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A Simple Recording Mistake

It doesn’t matter what you do, once you’ve been doing it for a while, you default to a particular way of approaching issues. Coming from the era of recording to tape and “dropping-in” to correct mistakes, that’s how I think when I find I’ve recorded something that isn’t quite right.  (In fact, I never liked dropping-in – I always found it easier to just go back and do the whole part again, but that’s another story.)  All of which can blind you to the obvious when things have moved on and you’re recording to RAM, buffers and disk instead of spinning reels of tape.  Back in the day, you’d record with minimal lead-in recorded to tape, lest there be a sudden burst of tape noise which would ruin the ambience.  Nowadays, of course, there’s no tape hiss and the noise floor is so low you wouldn’t think twice about it, but old habits die hard.  Until, that is, they trip you up…

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Alternatives to Automation

Automation is an invaluable tool for adding colour to a mix, as well as its more mundane use for controlling volume, be it levelling peaks in tracks or adding swells and fades. However, its big drawback is that once you’ve written the automation, you can’t then go back and tweak the levels without editing the automation. In this video, I look at using clip gain and muting to balance parts of a recorded track against the rest of that track, without using automation that would impact on the levels of the recorded sound against the rest of my mix.

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Video Tutorial – Editing Automation

Once you’ve got your automation data recorded in your project, whether you wrote it in on the lane or recorded it in real time, there’s likely to be extraneous automation points that you want to delete or, as your mix progresses, there will be changes that you want to make. This video looks at the options for editing automation in Cubase.

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Video Tutorial – Writing Automation

Sometimes, it’s not possible to record the automation data you need by moving a mouse as the song plays back – for example, a MIDI controller or a parameter that you can’t get a satisfactory degree of control over in real time. However, it can be just as easy, (and sometimes easier), to write the automation data straight into your DAW rather than try to record it. In this video, I look at how that’s done in Cubase.

 

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Video Tutorial: Match Quantise

It’s one thing to tighten up the timing of a recorded part, be it MIDI or audio, but there’s no guarantee that it will be in time with the other parts in the song you’re recording.  What happens when your bassist doesn’t sync with your drums, be they virtual or real, (or both)?  Fortunately, Cubase has an easy system for copying the quantise from one part to another, so that you can copy the groove of one part onto any or all of the other parts playing at the same time.  In this video, I give you an example of aligning the groove of a bass part with some pretty busy drums and look at some of the issues that can arise when you do so.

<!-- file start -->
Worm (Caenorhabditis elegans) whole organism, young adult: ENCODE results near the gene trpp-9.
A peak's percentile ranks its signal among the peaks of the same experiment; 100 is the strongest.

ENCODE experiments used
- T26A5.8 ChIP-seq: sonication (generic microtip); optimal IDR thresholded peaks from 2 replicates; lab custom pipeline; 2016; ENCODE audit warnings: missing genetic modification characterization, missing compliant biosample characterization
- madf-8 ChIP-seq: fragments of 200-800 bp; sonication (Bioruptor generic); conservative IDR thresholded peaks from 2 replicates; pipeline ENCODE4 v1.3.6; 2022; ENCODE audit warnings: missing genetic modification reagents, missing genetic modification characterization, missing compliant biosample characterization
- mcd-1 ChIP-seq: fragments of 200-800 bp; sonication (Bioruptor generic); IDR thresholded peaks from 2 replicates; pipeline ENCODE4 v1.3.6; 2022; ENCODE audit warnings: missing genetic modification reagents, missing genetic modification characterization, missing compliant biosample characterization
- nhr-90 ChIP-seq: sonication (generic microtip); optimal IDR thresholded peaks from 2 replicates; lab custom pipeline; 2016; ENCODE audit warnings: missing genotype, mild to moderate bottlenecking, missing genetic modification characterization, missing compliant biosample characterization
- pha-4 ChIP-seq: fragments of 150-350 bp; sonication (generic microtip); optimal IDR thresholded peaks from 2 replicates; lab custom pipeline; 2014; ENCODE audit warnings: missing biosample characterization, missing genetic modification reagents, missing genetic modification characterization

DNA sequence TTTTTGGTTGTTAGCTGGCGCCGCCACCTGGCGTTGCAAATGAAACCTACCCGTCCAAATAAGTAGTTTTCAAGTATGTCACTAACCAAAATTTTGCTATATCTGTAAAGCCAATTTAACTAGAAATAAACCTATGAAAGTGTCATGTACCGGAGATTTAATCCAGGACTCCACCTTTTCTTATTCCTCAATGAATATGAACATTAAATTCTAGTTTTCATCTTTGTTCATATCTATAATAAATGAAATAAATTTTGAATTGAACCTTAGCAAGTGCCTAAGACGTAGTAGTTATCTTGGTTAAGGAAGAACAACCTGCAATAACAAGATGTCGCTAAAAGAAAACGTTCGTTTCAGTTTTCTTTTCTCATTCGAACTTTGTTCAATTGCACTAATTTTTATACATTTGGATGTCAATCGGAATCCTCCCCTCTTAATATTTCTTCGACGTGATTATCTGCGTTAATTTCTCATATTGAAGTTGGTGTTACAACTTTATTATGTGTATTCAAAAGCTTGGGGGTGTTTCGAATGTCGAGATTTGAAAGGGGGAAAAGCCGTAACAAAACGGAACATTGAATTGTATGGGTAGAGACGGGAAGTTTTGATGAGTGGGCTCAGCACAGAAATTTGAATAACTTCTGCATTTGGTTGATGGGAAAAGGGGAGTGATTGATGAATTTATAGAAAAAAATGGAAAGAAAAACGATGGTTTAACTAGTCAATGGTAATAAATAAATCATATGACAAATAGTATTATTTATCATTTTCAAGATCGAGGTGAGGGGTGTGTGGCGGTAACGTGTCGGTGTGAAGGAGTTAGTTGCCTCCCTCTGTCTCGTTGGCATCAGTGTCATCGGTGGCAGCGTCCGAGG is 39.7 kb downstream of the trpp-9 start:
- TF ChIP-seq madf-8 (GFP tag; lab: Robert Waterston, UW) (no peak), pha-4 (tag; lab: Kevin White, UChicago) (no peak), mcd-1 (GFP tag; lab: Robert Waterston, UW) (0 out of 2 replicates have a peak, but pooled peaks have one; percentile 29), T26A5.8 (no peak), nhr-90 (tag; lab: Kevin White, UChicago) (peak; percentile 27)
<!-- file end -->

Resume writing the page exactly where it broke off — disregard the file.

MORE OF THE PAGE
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Video Tutorial: Iterative Quantise and Delete Overlaps

For those of us whose keyboard skills are not as complete as Rick Wakeman’s, recording MIDI from a keyboard can be a humbling experience when you open the resulting part for editing.  What felt like a good performance can often be revealed to be a shambolic approximation of the desired recording, (or is that just me?).  All too often, the temptation is to quantise the notes to within an inch of their life, leaving the part in time, but robbed of that human ebb and flow that separates man-made music from machine music.  However, Cubase offers a halfway house between a performance that’s just go too much swing and sterile perfection – iterative quantising.  This takes your ragged timing and smooths out the edges, leaving something close to the beat, but not welded to it.

Another issue with recording MIDI bass lines is that a bass guitar is (mostly) a monophonic instrument, but keyboard recording can leave you sounding adjacent notes that you could never play on a bass.  This registers with the listener and detracts from the overall effect you’re trying to achieve.  Cubase offers the facility to eliminate overlaps between notes, ensuring that your bassline is a one note wonder and doesn’t sound like you stumbled your way through.  The video below looks at the application of both Iterative Quantise and Delete Overlaps to editing a less-than-perfect MIDI bass part.

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Video Tutorial: Introduction to the Logical Editor, Part 2

One of the first uses I had for the Logical Editor was to try to put some dynamics into drum patterns I had written into Cubase.  This video looks at creating a drum part by hand that matches the dynamics of an existing drum pattern taken from a commercial drum library, using the Logical Editor to apply a limited range of random velocities to replace constant values.